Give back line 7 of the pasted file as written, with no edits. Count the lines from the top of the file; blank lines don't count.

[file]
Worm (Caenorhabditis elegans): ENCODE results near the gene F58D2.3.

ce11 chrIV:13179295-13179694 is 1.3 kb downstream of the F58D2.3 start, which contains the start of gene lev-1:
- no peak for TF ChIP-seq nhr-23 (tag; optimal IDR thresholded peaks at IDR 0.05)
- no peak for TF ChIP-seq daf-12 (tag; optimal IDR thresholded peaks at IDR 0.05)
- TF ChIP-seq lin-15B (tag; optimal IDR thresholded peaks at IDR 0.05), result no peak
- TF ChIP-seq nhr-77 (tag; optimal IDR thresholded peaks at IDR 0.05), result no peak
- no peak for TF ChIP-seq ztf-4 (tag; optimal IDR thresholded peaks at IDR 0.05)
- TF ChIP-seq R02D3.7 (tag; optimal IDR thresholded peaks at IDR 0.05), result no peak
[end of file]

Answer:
- no peak for TF ChIP-seq ztf-4 (tag; optimal IDR thresholded peaks at IDR 0.05)